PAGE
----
We regrouped back at the enemy camp.  Moon decided we would stay there for the night just in case they returned, I was very apprehensive about this.  We were going to stay for a night in an enemy camp and not only was there a danger of the enemy returning to take us on (there were 23 of us) and there was also the danger of mines and booby traps.

The camp was very well designed.  There were quite a few of these igloos in roughly a semi circle.  Inside each was a tunnel-like shape with two stretchers made out of small twigs and cuttings so that Nigel would be off the mud.

Each igloo was linked by a series of poles.  These were set on an ‘X’ type frame putting the poles about a foot off the ground.  They were not high enough to escape the high tide mark but by walking along them Nigel was clear of the mud.

There were a number of tables and seats, just like picnic tables we have in our parks.  These were also made from sticks and tied together.

In the open part of the semi circle was a fire and a large basket type arrangement that was lined with plastic and filled with fresh water.  It was also set above the high tide mark.  There were a few mud crabs tied up and stored in another basket.

I tried to take some photos of the camp with my little instamatic camera but it was too dark and the slides came out so black that it was hard to make anything out.  But I’ll give it to these VC, old Nigel was an ingenious bastard that’s for sure.

The chopper came and threw our packs out from a height of a two storey building.  My pack survived OK, the only thing damaged was a spare battery that split open and was cactus.

We were issued with hammocks.  These were the inner liner of the sleeping bag made out of silk.  They were sewn up and an open hem was sewn in on each end.  We could push a stick through the hem and tie it to the tree or simply thread our toggle ropes through and tie it off to a tree.  I found it was better to push a stick through each end and tie them off.  I had never slept in a hammock before and I had no idea how high the tide would rise.  I simply tied the hammock as high as I could.  The mangrove trees are not that strong and the branches bent easily under my weight.

I climbed in and the branches didn’t break off.  I hung everything up in the trees: the radio, now with my pack attached, and my boots – I hated sleeping with my boots on.  I didn’t get much sleep as there was a fair bit of noise when the tide came in.  As the water filled all the little holes in the soil it made bleep, bleep, bleep noises and the tide rose up closer to my backside.  I put my hand out and the water was just four inches from my backside, I thought I was in for a wet night but that was the limit to the tide.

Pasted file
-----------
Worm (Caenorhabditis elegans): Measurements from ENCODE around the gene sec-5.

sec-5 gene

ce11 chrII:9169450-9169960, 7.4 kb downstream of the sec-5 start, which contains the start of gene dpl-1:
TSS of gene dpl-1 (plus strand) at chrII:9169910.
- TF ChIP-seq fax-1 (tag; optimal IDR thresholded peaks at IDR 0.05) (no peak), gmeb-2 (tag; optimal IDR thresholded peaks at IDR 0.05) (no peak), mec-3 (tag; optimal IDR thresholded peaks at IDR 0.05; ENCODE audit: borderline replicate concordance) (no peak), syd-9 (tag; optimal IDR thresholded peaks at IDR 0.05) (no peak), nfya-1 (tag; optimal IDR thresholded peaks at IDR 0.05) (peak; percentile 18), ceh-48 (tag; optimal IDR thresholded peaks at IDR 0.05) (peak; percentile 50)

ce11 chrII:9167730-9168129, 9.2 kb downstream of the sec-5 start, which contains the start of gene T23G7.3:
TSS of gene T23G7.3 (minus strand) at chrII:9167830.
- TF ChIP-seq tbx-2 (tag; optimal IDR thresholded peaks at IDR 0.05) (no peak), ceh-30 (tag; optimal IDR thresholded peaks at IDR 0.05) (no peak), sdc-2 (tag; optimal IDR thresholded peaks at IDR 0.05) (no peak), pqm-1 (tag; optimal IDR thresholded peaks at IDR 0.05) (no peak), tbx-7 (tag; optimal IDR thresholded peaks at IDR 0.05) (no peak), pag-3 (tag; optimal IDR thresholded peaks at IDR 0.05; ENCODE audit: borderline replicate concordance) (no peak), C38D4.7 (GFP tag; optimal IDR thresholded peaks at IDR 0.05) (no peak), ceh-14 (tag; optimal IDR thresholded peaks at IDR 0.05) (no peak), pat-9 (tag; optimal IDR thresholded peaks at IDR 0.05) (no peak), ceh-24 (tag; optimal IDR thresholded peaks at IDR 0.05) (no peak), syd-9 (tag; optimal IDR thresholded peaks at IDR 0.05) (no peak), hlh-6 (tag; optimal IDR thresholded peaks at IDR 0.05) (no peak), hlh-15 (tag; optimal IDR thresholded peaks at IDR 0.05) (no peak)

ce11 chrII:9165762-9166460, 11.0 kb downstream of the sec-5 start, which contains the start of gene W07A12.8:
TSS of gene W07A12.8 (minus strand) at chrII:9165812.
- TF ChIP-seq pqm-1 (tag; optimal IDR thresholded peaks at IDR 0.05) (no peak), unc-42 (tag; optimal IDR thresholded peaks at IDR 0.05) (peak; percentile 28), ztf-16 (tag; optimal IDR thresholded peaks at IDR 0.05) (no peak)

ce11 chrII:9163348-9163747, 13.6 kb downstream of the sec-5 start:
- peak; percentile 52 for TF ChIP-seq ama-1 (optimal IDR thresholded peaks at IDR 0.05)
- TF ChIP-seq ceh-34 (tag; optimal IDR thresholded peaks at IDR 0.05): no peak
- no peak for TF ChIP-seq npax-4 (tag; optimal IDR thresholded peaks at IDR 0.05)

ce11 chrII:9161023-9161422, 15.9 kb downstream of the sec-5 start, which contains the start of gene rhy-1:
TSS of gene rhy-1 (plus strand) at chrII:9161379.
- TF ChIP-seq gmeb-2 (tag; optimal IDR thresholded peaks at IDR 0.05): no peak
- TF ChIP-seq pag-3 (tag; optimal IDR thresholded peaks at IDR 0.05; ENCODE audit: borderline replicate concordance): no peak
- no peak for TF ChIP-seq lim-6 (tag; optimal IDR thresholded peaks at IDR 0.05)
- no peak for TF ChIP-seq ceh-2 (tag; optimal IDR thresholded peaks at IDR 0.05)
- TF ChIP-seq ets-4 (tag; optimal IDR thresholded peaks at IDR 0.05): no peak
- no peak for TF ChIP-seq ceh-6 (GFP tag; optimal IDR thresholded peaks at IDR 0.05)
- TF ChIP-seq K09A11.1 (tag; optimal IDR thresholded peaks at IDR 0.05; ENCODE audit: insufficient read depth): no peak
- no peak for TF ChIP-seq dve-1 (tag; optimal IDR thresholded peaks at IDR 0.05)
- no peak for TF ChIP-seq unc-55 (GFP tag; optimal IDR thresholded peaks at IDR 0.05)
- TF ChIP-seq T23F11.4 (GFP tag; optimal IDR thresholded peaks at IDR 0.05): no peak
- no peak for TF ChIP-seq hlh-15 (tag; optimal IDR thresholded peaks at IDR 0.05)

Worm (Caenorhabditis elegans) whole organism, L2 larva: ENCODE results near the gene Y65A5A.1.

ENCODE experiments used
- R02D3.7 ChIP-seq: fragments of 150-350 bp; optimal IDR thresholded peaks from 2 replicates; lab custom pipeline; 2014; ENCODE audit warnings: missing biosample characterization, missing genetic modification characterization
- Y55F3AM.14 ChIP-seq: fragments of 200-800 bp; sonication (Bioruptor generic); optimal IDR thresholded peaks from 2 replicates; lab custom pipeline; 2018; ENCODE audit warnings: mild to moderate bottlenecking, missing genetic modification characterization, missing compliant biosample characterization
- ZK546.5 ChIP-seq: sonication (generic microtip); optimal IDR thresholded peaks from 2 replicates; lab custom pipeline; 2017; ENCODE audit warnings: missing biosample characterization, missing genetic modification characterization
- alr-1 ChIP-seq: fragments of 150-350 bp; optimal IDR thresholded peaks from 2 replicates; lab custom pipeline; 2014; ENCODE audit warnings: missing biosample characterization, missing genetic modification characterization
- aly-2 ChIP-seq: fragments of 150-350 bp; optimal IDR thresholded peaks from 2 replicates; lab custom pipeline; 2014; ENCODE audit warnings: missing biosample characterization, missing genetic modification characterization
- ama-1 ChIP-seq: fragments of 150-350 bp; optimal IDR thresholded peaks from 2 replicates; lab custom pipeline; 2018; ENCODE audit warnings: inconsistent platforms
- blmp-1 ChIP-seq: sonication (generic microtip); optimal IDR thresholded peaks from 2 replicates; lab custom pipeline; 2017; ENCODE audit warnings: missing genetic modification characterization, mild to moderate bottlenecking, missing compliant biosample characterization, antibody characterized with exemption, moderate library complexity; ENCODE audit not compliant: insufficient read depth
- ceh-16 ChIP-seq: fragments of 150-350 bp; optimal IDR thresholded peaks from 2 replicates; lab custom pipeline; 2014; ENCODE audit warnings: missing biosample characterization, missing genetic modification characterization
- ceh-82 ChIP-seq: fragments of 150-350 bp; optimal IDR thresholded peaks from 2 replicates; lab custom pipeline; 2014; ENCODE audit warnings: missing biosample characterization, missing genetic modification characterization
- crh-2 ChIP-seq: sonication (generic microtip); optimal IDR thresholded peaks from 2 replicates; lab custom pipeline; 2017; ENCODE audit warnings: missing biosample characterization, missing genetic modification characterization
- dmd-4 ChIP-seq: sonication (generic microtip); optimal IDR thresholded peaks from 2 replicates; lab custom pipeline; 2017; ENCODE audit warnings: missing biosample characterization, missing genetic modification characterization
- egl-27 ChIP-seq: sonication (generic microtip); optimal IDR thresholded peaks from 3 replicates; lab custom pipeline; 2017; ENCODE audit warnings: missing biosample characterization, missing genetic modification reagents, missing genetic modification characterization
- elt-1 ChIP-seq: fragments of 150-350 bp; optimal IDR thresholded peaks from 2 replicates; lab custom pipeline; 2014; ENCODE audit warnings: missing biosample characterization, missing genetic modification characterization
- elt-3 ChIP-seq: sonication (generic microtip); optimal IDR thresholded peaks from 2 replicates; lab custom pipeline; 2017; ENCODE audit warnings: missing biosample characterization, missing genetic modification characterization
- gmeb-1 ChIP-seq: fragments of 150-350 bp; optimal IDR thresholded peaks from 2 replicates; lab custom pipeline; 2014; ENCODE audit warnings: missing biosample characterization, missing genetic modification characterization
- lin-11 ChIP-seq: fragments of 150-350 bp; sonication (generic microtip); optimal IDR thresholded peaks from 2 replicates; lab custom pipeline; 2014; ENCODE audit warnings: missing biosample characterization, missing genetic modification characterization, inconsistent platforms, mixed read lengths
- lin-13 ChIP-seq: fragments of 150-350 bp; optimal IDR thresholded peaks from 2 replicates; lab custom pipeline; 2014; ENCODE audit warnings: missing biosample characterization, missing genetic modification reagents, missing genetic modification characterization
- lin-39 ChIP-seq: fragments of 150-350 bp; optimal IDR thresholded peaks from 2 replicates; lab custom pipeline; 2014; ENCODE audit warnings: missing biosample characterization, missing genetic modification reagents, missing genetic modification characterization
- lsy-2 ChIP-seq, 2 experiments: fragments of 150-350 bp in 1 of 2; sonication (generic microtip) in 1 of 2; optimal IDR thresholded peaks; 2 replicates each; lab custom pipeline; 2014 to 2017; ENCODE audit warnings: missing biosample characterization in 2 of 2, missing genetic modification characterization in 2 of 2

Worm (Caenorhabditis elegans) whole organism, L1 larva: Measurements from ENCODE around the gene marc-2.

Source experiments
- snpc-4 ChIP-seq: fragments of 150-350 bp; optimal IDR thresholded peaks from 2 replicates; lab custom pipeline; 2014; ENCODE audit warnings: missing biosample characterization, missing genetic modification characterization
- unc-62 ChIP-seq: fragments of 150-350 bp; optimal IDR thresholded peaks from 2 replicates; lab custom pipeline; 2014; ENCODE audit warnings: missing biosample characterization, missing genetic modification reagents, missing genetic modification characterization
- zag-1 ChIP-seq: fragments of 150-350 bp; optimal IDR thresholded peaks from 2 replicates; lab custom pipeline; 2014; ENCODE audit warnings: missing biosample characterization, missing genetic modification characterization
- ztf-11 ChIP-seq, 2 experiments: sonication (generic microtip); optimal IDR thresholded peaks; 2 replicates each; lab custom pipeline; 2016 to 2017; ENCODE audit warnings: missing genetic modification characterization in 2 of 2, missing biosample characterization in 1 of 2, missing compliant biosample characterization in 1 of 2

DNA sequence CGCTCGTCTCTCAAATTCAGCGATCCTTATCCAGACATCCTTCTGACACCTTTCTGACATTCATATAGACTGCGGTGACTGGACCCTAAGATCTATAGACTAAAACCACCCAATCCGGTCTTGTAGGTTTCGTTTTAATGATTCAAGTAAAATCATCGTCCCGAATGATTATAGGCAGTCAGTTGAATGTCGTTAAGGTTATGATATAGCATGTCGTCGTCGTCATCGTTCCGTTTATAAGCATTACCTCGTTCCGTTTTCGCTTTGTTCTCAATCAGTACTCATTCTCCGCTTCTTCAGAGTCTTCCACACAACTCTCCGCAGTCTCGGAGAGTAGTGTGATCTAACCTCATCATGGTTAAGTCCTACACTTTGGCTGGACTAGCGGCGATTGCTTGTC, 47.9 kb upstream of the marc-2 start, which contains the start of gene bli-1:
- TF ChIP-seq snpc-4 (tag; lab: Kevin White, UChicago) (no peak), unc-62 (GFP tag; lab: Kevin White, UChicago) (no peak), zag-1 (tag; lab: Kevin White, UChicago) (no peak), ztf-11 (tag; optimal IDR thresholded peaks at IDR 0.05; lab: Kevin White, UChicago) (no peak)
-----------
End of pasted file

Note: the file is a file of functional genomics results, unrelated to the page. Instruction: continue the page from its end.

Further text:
I was woken a few times by blokes moving about in the water, I dunno what they were doing, maybe they attempted to sleep on the ground and were hastily erecting their hammocks when the tide came in.  Surely they were not that dumb – oh I forgot, there were a few dumb guys in 6 section.

As daylight filtered in I surveyed the area.  No one was up walking around.  Those that I could see were in hammocks, high and dry like me.  No one was game enough to sleep inside the igloos as the couple I could see were empty; and then I saw Moon.  He decided to sleep on the picnic table, half of it gave way and his feet were in the water; he was sound asleep.  I gave a chuckle to myself and cursed that I couldn’t get a decent photo.

Soon we were up and sloshing about the water.  A few blokes tried to walk on the poles but the boots just slipped off.  We sent a clearing patrol out to have a look around.  The enemy did indeed return some time during the night – maybe that’s what I heard, I’m not sure.  They didn’t come into our, or rather their, camp though, but they dug something up out of the pools where the old igloos were.

Word came down from the OC A Company that the camp was to be destroyed and a couple of hours later some engineers turned up with lots of explosive stuff to blow this place to comedom king.  We looked for a clearing so the choppers could hover low for them to jump out like we did but in the end they were winched down to us.

Boy did they blow the place.

And then they winched us out.

I was one of the last ones to be winched up and the chopper floor was covered in mud.

Back at the FSB we borrowed some stuff from the tankies and cooked up a feed of crabs, courtesy of Nigel.

Whilst the other companies swanned around the Rung Sat in boats, staying nice and dry, they found nothing.

It was 2 Platoon that located the hospital staging area – probably by sheer chance – but we didn’t care – we were feeling really confident about taking the fight up to Nigel even though we only numbered 23.

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This story is now also available in ebook format. See here for details.

Reproduced with permission from FUN, FEAR, FRIVOLITY – A tale by an Aussie infantry soldier in the Vietnam War – which is now also available in ebook format. See here to order.

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ian_cavanoughHi guys. I am a good-looking, opinionated old fart who relishes a spirited debate on any topic regardless of how much I think I know about it.
Ian Cavanough,
Tumut, NSW

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2 thoughts on “Chapter 40: The Rung Sat

  • 14/01/2018 at 12:14 pm
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    This has been a great story and bought back memories of my two tours; 65-66 and 1970.
    When you spoke of the hammocks; they were made from using the Lilo mattress, without the tubes. They were stitched in such a way as to allow the positioning of a pole along each side.

    Reply
    • 16/01/2018 at 2:51 pm
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      Hi Maurie

      We used the mattress cover to make hammocks when at the Land Clearing Teams, but in the Rung Sat we had ones made outa the silk.

      Keep reading Maurie because I soon win the war, single handed of course.

      Cheers

      Cav

      Reply